Critics of Taser use say de-escalation, not weaponry, should be emphasized

WATCH:  Critics say issuing more Tasers is not the answer. Mark Carcasole reports. 

TORONTO – Rank-and-file police officers in Ontario will soon be allowed to use Tasers. But should de-escalation tactics be emphasized over weaponry, even the non-lethal kind?

Minister of Community Safety Madeleine Meilleur announced Tuesday that frontline officers can carry Tasers. The move will save lives, she said.

But critics argue this tackles the wrong problem, giving officers easier access to weapons instead of training them to calm a situation so the weapon isn’t needed.

Prior to this announcement, only supervisors and Emergency Task Force officers were allowed to use the conductive-energy weapons. While the province rewrites the rules, it isn’t clear whether it will regulate how police use Tasers, or what training’s required before they do. In fact, the province is allowing each local police force to determine whether it will further deploy Tasers.

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Toronto Police Services Association Mike McCormack welcomed the policy shift, noting his organization had been advocating for broad deployment of tasers for five years.

“A lot of people have been talking that – could this have made a difference in Sammy Yatim shooting?” McCormack said, adding that it’s impossible to actually determine.

“However, officer Forcillo, one of the first things he did when he arrived on scene was request a Taser – asked for one to be brought to the scene.”

Yatim was shot multiple times, then hit with a Taser after brandishing a knife while aboard a 505 Dundas Street West streetcar in July. It isn’t clear whether the 18-year-old was already dead when he was shot with the Taser.

Meilleur said Tuesday that deploying tasers throughout the province could “increase community safety by preventing injury and death.”

The Ministry of Community Safety cited 12 coroner’s inquest juries that recommended the expanded deployment of tasers in Ontario. In all 12 cases, someone died as a result of the altercation with police.  In eight of those cases, the person died of a single or multiple gunshot wounds. In three of the other four deaths, the cause of death is listed as involving cocaine.

But the Canadian Civil Liberties Association (CCLA) said Tasers have been misused in the past and governments should work to teach de-escalation techniques rather than enhance a police officer’s arsenal.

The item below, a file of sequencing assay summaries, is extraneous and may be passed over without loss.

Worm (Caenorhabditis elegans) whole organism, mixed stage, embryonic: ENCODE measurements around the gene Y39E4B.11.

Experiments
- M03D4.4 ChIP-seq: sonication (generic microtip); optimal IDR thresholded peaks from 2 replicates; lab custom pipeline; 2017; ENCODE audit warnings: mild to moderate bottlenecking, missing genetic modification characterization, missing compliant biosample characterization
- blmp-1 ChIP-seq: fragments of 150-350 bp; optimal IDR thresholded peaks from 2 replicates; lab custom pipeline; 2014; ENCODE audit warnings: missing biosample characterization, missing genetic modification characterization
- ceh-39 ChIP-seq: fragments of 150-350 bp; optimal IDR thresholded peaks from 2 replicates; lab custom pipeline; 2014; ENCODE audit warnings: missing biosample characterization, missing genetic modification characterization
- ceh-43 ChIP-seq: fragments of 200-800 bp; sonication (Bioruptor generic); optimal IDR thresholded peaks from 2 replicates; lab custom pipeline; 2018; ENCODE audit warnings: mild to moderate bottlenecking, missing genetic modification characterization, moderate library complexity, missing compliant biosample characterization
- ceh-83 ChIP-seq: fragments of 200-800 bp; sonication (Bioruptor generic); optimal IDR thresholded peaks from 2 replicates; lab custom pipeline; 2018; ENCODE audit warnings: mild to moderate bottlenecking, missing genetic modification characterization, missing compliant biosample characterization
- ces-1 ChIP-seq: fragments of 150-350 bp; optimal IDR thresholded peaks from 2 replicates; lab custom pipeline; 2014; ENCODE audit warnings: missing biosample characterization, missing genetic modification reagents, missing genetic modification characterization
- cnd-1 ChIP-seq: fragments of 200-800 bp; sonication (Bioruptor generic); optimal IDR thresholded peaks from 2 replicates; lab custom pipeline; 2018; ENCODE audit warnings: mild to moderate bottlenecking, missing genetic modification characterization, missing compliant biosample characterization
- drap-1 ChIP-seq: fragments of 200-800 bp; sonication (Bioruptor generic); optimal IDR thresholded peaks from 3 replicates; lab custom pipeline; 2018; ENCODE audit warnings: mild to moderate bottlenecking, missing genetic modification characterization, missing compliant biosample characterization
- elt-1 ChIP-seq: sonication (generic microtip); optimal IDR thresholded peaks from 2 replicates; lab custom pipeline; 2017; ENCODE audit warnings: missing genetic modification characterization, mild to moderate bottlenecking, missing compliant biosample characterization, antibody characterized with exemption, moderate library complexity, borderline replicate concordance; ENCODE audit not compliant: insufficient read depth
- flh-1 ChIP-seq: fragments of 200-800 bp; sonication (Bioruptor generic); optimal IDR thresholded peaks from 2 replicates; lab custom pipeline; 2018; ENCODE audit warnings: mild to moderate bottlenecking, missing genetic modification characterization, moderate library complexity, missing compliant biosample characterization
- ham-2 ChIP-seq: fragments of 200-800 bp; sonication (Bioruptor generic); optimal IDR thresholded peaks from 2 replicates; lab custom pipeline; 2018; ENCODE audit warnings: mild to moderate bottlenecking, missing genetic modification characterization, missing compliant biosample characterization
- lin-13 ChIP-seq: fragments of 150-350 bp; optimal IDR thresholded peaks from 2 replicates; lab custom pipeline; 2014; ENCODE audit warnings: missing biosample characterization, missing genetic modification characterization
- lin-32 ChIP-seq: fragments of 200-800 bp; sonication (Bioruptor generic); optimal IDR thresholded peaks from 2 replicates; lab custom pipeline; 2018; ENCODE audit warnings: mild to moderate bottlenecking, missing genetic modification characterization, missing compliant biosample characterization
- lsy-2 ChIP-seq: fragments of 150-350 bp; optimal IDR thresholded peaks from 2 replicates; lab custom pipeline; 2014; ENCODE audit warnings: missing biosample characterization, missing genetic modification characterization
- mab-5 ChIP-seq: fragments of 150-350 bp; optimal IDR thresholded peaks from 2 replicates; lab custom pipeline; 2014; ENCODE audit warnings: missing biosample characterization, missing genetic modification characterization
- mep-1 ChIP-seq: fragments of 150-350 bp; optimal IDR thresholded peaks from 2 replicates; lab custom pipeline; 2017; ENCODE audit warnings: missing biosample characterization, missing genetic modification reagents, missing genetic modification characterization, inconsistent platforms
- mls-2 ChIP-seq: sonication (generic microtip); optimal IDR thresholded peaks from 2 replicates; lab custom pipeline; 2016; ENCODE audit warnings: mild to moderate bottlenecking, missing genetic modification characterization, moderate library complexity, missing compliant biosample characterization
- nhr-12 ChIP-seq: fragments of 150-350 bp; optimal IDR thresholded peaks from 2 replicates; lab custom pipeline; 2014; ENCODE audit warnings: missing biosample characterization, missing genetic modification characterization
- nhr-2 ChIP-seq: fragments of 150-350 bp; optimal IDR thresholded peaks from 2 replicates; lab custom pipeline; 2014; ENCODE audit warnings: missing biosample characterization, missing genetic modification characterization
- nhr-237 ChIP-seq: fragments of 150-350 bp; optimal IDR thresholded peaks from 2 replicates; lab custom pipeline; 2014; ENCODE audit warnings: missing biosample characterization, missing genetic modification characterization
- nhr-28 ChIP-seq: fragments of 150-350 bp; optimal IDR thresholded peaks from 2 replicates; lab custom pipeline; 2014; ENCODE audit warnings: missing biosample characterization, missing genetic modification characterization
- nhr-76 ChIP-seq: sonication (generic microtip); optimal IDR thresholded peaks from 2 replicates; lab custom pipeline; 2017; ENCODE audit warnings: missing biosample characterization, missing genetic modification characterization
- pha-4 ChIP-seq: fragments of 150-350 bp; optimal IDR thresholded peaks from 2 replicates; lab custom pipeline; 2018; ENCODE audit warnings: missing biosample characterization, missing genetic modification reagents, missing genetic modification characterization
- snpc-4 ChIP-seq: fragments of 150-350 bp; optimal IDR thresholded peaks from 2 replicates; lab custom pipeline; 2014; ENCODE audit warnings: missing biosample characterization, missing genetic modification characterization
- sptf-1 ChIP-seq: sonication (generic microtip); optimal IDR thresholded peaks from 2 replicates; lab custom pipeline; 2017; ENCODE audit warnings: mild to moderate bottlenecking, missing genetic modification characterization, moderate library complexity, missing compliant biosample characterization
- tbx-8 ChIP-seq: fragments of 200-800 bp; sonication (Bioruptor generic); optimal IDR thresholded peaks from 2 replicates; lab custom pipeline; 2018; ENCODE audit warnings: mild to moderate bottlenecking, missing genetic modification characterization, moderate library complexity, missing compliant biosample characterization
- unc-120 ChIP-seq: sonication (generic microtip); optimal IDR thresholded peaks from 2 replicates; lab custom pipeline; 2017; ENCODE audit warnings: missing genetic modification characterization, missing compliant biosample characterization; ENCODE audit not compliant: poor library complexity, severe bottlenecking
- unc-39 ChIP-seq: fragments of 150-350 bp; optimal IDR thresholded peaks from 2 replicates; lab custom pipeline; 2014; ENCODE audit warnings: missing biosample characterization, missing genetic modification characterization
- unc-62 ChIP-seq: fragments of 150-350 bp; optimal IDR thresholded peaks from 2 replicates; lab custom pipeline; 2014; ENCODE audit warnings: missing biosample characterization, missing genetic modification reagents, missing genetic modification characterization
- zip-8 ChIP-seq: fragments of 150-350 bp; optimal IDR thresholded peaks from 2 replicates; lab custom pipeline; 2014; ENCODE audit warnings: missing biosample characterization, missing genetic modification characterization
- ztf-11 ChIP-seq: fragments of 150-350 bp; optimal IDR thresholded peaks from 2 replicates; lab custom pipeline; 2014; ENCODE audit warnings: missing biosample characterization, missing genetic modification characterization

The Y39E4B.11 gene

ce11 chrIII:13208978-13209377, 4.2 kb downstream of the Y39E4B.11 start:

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“The only acceptable use of a Taser is if there is an imminent risk of death or serious harm to the police officer or others,” Sukanya Pillay, interm general counsel of the CCLA, said in an interview Tuesday. She added that Tasers “can cause death.”

The rules for deployment used by the Royal Canadian Mounted Police require officers to use de-escalation techniques or other “crisis intervention techniques” where “tactically feasible” before using a taser.

And the Canadian Mental Health Association (CMHA) in Ontario released a policy paper in 2008 advocating de-escalation techniques be used before tasers.

A 2011 study conducted by the National Institute of Justice in the United States suggested there is “no conclusive medical evidence” that indicates a high risk of serious injury of death in healthy people from direct or indirect exposure to conductive-energy devices. But the study noted tasers should generally not be used more than once on a person.

“I think it’s an unfortunate and terrible mistake to extend Taser use,” said Toronto lawyer Peter Rosenthal.

Rosenthal represented the family of Michael Eligon, who escaped from Toronto East General Hospital on February 3, 2012 after undergoing a 72-hour mental health examination. A few hours after absconding, he was holding a pair of scissors when confronted by multiple police officers.

After a brief confrontation, Eligon was shot and killed.

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“Unfortunately de-escalation is not done very often on the street and we can see that in the Sammy Yatim case, the Michael Eligon case and so on,” Rosenthal said. “A bunch of officers are there and they’re all just screaming at the victim instead of anybody trying to approach him or trying to calmly cool things down.”

Rosenthal said expanding a police officer’s arsenal of non-lethal weapons to include tasers puts the emphasis on weaponry rather than trying to defuse a situation, which he said “will work sometimes if it is tried.”

Officers should be trained to distinguish between violent suspects and those who may have a disability, Pillay said.

“Is this a situation of serious imminent risk?” she asked. “Or rather, is this a situation where somebody might have a disability? For example, they may not be able to hear what you’re saying or they may not understand what you’re saying, or they may have a mental illness or an addiction issue.”

Ontario Ombudsman Andre Marin is currently investigating the province’s guidelines for de-escalation techniques.

-With files from Mark Carcasole

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